Jake, a beneficiary with a partner and a small child, needed a loan to buy a car. Jake’s father, Daniel, lived in another city and agreed to help Jake get the loan. The lender assessed the application on the basis that Jake and Daniel were co-borrowers. The lender calculated their combined income as $1,550 a week. Although some of their expenses were assessed individually, the lender allowed a total of $366 to cover all Daniel, Jake, and Jake’s family’s weekly living costs.
The lender calculated that Jake and Daniel had a weekly surplus of $340 and could easily afford the loan repayments of $260. The lender loaned Jake and Daniel $30,000 to buy a vehicle costing $27,000. The extra $3,000 covered insurances and the establishment fee.
Jake and Daniel started defaulting on payments almost immediately. Matters were further complicated when Daniel, a seasonal worker, had his work hours reduced. Within about nine months Jake applied for hardship relief because after paying rent, other fixed costs, and the loan repayment, he was left with only $50 a week to feed his family.
The lender agreed to reduce Jake’s payments from $260 to $150 a week for three months, but even then, Jake’s payments were erratic and, when the three months ended, Jake was still experiencing financial hardship.
Jake went to a financial mentor for help. The financial mentor reviewed Jake’s financial position and questioned how the lending could have been approved in the first place. The financial mentor complained to the lender about irresponsible lending.
The lender was confident the lending was responsible and referred to their affordability assessment showing that Jake and Daniel had a budget surplus. The financial mentor disagreed with the lender’s calculations and complained to FSCL on Jake’s behalf.
The financial mentor said it was obvious from the outset that Jake and Daniel were not co-borrowers. They were living in different cities and the lender’s calculation did not include expenses to support two households.
To resolve the complaint, Jake offered to surrender the vehicle if the lender would agree to return the $12,000 of loan repayments that he and Daniel had made. Jake would use this money to buy a more modest vehicle.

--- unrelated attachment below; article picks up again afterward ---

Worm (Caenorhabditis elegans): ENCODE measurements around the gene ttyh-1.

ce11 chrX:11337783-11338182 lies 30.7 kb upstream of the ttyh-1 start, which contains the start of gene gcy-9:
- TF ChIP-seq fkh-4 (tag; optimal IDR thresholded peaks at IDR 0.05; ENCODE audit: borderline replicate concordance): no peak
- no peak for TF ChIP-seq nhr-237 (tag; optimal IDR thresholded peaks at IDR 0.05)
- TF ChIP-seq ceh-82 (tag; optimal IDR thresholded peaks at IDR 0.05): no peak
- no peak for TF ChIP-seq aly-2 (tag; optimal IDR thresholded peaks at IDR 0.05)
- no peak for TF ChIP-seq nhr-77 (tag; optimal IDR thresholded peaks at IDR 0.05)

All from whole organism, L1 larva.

The lender was satisfied with their decision to loan to Jake and Daniel, commenting that parents often want to help their child buy a vehicle. However, the lender was prepared to refund all the interest and fees that had been paid over the life of the loan and refund half the cost of the insurances that had been added to the loan balance. This would reduce Jake and Daniel’s debt from $29,000 to $17,000.
The lender suggested that the best outcome would be for Jake to surrender the vehicle to be sold. If the vehicle sold for more than $17,000, Jake would receive the surplus, but if the vehicle sold for less, he could enter into an affordable repayment agreement, incurring no further interest or fees.
Jake did not accept the lender’s offer.
It was our view that the lender should not have treated Jake and Daniel as co-borrowers. In reality, Jake was the main borrower and Daniel was the guarantor. If the lending had been assessed on a borrower/guarantor basis the loan would not have been affordable and the application would have been declined.
The lender had breached their responsible lending obligations as set out in section 9C(3) of the Credit Contracts and Consumer Finance Act 2003 (the CCCFA), which says a lender must be satisfied that the borrower will be able to make the loan repayments without suffering substantial financial hardship. The remedy under the CCCFA is a refund of all the interest and fees charged, which had already been offered by the lender.
As the lender had already offered to refund all the interest and fees charged, as well as half the premiums offered, we were satisfied the lender’s offer was in line with what we would have recommended to resolve a complaint about irresponsible lending.
We then had to decide what should happen to the residual debt of $17,000. The lender was prepared to reduce the payments from $260 a week to $160 a week, which would have allowed the loan to be repaid within the original term, but with no further interest and fees charged.
However, we did not think that Jake would be able to afford these payments. We also noted that the car was uninsured and Jake’s road user charges were unpaid.
When viewing Jake’s circumstances as a whole, we decided that the best outcome would be for Jake to surrender the vehicle to be sold.
We then considered whether compensation for inconvenience was appropriate. While the financial pressure on Jake would have been stressful, this stress had to be balanced against the convenience of Jake having the use of a vehicle. We decided that compensation for stress caused by financial pressure was not appropriate.
We recommended, and Jake accepted, that his debt be reduced from $29,000 to $17,000. We also recommended that if Jake voluntarily surrendered the car within seven days of signing the settlement agreement, the lender should agree not to pursue Jake for any shortfall owed.
Both parties agreed to settle the complaint on this basis.
Insights for participants
Lenders must take care when assessing loan applications to understand the borrowers’ intentions and structure the loan accordingly. A co-borrowing loan structure is generally not appropriate where a loan is intended for one borrower’s benefit and that borrower is making the loan repayments alone. Instead, the lender should assess the main borrower’s ability to afford the loan with the other borrower being treated as a guarantor.